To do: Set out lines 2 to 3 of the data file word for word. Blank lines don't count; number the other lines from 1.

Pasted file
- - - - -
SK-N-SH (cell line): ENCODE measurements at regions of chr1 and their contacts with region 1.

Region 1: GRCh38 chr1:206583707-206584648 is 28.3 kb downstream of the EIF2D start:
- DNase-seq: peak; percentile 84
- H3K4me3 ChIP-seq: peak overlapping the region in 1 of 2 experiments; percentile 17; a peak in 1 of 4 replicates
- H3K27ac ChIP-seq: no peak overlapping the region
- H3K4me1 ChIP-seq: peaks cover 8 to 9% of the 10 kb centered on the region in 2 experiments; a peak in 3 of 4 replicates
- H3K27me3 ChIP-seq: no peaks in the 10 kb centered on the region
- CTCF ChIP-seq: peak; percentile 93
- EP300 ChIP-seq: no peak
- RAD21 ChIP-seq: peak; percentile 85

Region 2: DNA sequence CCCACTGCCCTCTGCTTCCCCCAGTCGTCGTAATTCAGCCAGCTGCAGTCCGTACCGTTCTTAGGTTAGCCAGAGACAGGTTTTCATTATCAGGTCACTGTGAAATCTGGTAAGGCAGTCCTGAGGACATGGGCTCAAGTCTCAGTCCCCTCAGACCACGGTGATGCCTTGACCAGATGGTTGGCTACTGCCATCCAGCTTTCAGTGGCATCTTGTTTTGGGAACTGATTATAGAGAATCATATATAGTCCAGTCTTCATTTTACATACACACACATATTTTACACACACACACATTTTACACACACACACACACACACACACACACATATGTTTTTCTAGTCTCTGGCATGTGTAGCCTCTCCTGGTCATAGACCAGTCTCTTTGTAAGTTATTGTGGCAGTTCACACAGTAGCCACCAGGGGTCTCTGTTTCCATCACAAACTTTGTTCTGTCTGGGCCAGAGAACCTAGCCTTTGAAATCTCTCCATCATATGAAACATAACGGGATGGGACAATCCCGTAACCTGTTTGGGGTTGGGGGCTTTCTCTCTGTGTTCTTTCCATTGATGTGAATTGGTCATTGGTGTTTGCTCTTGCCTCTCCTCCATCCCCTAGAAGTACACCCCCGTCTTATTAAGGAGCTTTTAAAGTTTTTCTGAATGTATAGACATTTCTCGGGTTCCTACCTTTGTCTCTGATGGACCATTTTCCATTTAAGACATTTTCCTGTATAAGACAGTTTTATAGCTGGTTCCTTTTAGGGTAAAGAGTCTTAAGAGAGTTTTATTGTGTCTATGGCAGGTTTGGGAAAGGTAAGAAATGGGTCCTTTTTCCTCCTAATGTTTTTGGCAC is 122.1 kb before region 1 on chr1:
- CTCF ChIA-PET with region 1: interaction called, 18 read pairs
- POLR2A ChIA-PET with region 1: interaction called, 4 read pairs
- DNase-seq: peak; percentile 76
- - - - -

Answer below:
Region 1: GRCh38 chr1:206583707-206584648 is 28.3 kb downstream of the EIF2D start:
- DNase-seq: peak; percentile 84